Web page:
A scheme for the distribution of prizes by lot or chance, especially a gaming scheme in which one or more tickets bearing particular numbers draw prizes and the rest are blanks. Also used figuratively: A situation or event in which the outcome depends on fate: They considered combat duty to be something of a lottery.

Lottery is a popular activity, with Americans spending more than $10 billion per year on state and national games. Those who play regularly are called “frequent players.” In a recent survey, 13% of respondents said they played the lottery more than once a week, and another 20% played one to three times a month (“regular”). The remaining 31% of people reported playing less frequently than that, or only occasionally.

The word lottery derives from the Dutch noun lot, meaning fate or fortune, and it refers to a game in which numbered tickets are sold for a chance to win a prize, usually money. The first modern lotteries were held in the Low Countries in the 15th century, to raise funds for town fortifications and to help the poor. They were enormously successful and were hailed as a painless form of taxation.

In the United States, state legislatures enacted laws authorizing a variety of lotteries and establishing the procedures for conducting them. Most states delegate the administration of their lotteries to a separate state lottery division, which will select and license retailers, train them to use lottery terminals to sell and redeem tickets, provide promotional support for retailers and players, pay winning ticket holders, and ensure that all lottery activities are conducted according to legal requirements.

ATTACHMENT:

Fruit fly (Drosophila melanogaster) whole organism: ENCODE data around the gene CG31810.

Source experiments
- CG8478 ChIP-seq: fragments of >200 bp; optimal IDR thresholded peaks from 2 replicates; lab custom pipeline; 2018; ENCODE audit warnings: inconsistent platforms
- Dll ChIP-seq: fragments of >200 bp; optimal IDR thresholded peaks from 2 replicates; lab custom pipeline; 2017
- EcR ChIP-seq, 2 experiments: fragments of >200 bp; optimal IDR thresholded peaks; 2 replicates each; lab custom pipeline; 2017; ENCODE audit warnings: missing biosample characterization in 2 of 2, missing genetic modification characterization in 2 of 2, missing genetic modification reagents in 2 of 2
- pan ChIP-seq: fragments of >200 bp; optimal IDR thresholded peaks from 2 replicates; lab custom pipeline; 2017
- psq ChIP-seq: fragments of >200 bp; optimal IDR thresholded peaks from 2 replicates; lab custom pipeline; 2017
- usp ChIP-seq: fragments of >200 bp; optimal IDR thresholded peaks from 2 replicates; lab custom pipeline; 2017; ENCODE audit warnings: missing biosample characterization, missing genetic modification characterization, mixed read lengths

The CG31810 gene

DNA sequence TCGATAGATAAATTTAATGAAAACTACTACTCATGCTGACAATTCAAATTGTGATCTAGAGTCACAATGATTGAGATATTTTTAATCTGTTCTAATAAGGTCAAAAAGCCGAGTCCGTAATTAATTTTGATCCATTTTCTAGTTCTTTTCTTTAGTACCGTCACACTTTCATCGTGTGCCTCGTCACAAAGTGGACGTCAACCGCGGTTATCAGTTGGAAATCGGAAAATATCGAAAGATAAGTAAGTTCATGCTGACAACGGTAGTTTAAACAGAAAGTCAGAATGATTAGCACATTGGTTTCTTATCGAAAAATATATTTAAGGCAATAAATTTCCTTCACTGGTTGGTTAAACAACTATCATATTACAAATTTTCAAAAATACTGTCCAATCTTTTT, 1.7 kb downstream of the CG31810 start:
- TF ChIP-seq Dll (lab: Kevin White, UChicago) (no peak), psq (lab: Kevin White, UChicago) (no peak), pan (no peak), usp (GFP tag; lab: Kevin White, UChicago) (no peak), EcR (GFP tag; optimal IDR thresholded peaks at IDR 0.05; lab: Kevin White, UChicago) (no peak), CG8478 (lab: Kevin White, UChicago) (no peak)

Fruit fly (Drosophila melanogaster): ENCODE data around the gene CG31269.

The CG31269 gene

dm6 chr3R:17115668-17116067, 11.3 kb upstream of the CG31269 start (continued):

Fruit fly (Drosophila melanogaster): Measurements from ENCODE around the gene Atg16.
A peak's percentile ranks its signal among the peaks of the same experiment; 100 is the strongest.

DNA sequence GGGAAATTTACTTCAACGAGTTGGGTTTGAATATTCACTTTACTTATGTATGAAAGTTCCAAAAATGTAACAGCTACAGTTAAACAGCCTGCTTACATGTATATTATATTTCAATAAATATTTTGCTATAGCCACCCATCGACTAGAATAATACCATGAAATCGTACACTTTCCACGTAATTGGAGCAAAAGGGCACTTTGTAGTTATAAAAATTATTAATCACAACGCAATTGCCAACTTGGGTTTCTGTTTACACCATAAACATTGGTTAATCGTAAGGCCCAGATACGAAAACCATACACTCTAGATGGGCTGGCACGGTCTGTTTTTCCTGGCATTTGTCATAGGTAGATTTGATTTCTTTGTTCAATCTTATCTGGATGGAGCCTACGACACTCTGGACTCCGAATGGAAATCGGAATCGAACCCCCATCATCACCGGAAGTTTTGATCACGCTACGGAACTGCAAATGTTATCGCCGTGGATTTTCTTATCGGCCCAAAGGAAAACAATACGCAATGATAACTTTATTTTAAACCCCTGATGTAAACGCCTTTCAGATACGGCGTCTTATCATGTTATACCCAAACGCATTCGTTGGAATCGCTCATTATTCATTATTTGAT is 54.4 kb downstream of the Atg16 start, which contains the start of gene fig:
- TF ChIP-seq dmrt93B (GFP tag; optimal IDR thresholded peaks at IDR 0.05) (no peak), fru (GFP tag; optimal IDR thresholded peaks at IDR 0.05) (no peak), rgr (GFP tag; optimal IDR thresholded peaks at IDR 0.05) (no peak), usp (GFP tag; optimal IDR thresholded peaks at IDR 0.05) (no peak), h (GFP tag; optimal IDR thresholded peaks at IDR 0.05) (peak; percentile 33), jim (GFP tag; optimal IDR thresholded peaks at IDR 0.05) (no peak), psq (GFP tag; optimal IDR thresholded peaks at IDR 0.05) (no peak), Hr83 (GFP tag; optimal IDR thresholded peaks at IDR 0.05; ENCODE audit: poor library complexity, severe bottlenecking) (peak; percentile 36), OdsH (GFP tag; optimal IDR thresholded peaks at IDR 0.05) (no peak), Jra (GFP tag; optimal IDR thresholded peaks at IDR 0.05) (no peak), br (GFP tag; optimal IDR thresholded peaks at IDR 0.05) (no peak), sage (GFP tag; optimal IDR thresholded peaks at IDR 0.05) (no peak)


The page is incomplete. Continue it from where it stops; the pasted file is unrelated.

Many of the retailers that sell state-approved lottery products are convenience stores, although a wide range of other outlets offer them as well, including supermarkets, gas stations, drugstores, restaurants and bars, bowling alleys, nonprofit organizations (including churches and fraternal organizations), and newsstands. In 2003, a total of about 186,000 retailers sold lottery tickets. Of these, 34% were convenience stores.

Lottery games are often marketed using a variety of promotions, including merchandising deals with popular brands. For example, a New Jersey Lottery scratch-off game in 2008 featured a Harley-Davidson motorcycle as the top prize. These merchandising programs are important to the success of lotteries, because they increase brand awareness and sales of lottery products.

Despite their popularity, the odds of winning a lottery are relatively slim. NerdWallet recommends you treat lottery play as an entertainment expense, and avoid gambling with your money. To stay up to date on the latest in personal finance, subscribe to NerdWallet’s free newsletters.